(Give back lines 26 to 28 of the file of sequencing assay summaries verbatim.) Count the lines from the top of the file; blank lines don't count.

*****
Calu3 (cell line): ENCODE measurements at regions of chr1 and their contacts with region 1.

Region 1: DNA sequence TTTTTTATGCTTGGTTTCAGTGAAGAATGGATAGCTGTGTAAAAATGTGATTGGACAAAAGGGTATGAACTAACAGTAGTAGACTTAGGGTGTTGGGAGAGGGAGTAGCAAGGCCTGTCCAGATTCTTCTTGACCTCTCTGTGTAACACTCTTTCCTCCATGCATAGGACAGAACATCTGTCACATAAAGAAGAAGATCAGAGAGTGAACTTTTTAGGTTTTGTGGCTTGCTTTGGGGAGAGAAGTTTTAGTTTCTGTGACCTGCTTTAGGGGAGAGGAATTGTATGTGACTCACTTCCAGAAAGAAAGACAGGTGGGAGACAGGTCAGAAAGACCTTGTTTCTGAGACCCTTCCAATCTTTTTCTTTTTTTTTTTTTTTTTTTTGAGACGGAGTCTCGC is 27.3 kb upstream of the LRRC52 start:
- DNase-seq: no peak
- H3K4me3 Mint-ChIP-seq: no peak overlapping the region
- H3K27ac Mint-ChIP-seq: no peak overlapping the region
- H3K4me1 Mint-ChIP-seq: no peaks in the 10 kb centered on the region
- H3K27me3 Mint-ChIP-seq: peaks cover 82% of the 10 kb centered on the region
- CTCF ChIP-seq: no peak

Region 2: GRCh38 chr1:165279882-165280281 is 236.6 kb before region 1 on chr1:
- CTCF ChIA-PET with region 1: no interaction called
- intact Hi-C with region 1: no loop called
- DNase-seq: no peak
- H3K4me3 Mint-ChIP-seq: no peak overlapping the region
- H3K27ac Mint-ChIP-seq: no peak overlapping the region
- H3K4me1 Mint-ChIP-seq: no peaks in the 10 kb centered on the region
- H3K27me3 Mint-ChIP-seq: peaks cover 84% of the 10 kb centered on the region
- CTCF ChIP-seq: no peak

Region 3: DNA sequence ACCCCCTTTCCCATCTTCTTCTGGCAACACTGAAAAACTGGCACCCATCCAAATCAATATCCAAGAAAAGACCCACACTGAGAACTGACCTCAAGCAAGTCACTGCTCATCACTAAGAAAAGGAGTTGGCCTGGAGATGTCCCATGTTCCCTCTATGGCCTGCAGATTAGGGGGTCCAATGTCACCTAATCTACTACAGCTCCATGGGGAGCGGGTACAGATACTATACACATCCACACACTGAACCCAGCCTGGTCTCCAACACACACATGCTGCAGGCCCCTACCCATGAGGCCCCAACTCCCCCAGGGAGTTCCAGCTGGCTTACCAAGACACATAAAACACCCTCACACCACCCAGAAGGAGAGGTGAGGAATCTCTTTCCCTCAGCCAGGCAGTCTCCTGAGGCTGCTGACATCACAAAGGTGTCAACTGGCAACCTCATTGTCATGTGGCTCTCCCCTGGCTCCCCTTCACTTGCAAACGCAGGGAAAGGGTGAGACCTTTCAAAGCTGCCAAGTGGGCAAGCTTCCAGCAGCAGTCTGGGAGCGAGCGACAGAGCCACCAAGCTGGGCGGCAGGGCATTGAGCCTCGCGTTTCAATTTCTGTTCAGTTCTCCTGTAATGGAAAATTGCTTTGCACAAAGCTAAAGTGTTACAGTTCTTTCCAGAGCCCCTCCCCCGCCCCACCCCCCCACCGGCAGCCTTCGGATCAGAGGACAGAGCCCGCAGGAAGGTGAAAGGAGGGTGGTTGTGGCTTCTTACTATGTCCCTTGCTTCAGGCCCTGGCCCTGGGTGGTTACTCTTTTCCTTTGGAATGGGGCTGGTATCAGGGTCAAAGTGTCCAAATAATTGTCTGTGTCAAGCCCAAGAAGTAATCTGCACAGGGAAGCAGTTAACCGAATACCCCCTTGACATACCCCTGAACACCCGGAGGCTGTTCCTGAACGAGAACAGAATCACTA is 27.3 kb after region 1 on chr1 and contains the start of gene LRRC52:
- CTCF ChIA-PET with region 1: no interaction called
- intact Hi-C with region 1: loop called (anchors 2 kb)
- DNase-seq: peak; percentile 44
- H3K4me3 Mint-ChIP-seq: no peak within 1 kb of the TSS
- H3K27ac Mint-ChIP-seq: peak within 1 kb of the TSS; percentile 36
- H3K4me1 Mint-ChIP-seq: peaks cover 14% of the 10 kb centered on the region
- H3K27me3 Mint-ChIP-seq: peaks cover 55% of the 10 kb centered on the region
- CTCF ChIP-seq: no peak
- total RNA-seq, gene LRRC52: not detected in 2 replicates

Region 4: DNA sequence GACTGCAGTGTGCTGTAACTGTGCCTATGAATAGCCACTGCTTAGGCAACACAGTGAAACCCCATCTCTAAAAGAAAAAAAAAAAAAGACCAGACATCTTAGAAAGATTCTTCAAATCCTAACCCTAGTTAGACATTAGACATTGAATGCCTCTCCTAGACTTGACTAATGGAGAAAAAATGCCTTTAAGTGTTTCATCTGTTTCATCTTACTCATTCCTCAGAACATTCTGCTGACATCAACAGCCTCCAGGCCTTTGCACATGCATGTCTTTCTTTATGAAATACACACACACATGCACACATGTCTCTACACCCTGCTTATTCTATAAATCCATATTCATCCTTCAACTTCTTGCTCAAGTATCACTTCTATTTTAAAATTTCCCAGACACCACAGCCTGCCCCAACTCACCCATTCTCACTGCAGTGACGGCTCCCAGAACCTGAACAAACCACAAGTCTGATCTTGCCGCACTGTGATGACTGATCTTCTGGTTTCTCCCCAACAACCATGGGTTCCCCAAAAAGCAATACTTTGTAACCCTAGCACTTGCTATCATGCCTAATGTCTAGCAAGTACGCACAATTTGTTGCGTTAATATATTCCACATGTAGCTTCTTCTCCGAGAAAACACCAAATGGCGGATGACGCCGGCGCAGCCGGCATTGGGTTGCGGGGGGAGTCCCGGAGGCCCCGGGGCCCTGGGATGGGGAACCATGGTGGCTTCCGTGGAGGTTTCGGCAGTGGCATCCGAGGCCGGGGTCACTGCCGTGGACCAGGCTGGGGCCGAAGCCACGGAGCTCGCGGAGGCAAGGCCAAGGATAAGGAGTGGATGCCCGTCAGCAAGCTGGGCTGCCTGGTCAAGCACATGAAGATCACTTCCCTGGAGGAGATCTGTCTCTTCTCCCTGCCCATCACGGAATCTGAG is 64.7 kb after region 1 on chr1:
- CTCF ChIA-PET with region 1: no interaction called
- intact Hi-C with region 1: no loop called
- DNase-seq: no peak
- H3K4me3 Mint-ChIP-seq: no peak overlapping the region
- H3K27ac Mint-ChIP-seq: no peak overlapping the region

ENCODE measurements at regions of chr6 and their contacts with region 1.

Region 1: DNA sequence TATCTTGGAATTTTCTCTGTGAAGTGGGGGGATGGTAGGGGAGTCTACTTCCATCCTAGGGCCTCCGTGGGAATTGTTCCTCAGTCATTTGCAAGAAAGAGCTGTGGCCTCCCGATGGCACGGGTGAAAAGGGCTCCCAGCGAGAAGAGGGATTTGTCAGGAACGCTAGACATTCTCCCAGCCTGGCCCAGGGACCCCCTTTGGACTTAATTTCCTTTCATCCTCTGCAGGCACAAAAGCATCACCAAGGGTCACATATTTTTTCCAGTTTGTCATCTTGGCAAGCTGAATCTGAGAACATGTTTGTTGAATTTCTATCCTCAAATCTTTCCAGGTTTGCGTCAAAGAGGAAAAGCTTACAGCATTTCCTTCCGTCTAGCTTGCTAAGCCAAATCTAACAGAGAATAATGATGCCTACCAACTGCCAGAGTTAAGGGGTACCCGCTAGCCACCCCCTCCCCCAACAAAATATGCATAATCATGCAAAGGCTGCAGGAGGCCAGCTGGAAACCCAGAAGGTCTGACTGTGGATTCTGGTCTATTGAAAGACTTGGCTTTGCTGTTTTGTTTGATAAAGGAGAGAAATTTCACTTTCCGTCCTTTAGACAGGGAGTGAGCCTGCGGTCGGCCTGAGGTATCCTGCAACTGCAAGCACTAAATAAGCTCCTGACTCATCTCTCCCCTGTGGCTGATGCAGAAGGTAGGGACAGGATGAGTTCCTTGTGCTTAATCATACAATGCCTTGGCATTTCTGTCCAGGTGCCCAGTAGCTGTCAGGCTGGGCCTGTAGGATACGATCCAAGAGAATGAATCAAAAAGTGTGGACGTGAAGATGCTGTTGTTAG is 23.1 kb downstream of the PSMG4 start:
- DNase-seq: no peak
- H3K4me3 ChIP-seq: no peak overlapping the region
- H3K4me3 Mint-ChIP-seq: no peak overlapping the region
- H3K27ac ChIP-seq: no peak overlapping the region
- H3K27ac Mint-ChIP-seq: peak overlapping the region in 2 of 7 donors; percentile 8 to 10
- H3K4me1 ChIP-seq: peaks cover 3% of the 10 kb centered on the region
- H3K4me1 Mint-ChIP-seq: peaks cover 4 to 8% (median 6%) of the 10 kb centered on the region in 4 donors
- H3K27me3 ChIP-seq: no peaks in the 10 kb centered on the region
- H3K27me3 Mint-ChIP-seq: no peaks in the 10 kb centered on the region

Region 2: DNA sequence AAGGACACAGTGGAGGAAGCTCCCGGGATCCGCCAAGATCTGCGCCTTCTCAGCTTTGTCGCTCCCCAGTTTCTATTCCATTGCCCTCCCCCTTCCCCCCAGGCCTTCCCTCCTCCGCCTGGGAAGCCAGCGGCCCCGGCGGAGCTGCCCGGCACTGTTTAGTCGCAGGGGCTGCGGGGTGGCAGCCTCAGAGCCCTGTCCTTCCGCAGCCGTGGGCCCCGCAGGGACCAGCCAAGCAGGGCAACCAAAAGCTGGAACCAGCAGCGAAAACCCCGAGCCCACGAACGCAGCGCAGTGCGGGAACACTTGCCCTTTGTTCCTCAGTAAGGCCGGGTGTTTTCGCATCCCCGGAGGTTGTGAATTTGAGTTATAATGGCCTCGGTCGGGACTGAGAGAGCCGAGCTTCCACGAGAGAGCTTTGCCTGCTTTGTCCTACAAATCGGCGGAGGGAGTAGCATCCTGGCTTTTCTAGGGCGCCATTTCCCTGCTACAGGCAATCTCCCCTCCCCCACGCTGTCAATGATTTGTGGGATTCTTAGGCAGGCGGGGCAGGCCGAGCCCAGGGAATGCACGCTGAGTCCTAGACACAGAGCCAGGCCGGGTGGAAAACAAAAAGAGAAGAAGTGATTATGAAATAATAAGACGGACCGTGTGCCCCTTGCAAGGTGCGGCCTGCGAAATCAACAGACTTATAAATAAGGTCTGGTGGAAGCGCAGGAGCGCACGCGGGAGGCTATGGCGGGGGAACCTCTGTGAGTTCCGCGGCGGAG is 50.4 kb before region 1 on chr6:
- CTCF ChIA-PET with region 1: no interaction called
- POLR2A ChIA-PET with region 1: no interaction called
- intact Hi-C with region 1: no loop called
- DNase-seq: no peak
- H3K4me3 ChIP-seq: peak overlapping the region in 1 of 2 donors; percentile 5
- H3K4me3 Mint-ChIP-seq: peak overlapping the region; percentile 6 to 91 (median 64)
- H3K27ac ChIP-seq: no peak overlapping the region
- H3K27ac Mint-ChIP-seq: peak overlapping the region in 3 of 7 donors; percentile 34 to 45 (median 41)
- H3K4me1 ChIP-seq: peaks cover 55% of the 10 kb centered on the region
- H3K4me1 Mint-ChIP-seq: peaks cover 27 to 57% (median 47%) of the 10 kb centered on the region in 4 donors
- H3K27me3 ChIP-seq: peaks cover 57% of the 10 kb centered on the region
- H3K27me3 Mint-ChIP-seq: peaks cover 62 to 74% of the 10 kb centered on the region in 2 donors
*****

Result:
- CTCF ChIP-seq: no peak
- total RNA-seq, gene LRRC52: not detected in 2 replicates

Region 4: DNA sequence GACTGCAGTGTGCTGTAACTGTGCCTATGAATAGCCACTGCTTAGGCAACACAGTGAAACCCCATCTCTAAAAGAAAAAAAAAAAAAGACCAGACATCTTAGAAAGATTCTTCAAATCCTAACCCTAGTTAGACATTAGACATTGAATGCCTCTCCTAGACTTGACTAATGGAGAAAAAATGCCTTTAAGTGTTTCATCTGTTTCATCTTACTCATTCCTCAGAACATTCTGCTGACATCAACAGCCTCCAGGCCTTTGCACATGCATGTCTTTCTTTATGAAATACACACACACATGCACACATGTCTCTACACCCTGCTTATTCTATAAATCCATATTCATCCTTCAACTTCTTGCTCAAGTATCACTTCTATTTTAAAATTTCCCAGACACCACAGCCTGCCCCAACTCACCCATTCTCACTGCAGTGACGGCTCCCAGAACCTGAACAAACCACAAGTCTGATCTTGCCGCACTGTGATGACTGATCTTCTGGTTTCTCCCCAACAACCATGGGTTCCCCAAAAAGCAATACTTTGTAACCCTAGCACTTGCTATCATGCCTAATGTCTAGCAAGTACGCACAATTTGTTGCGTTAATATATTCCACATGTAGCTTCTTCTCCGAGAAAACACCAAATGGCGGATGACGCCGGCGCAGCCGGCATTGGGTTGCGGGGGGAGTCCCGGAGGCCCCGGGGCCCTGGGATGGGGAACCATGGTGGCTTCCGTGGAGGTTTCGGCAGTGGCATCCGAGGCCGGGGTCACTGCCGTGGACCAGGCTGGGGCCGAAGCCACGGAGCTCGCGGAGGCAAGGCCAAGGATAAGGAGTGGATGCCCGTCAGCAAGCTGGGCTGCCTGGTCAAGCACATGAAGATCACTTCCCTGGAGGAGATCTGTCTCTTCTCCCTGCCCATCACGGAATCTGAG is 64.7 kb after region 1 on chr1: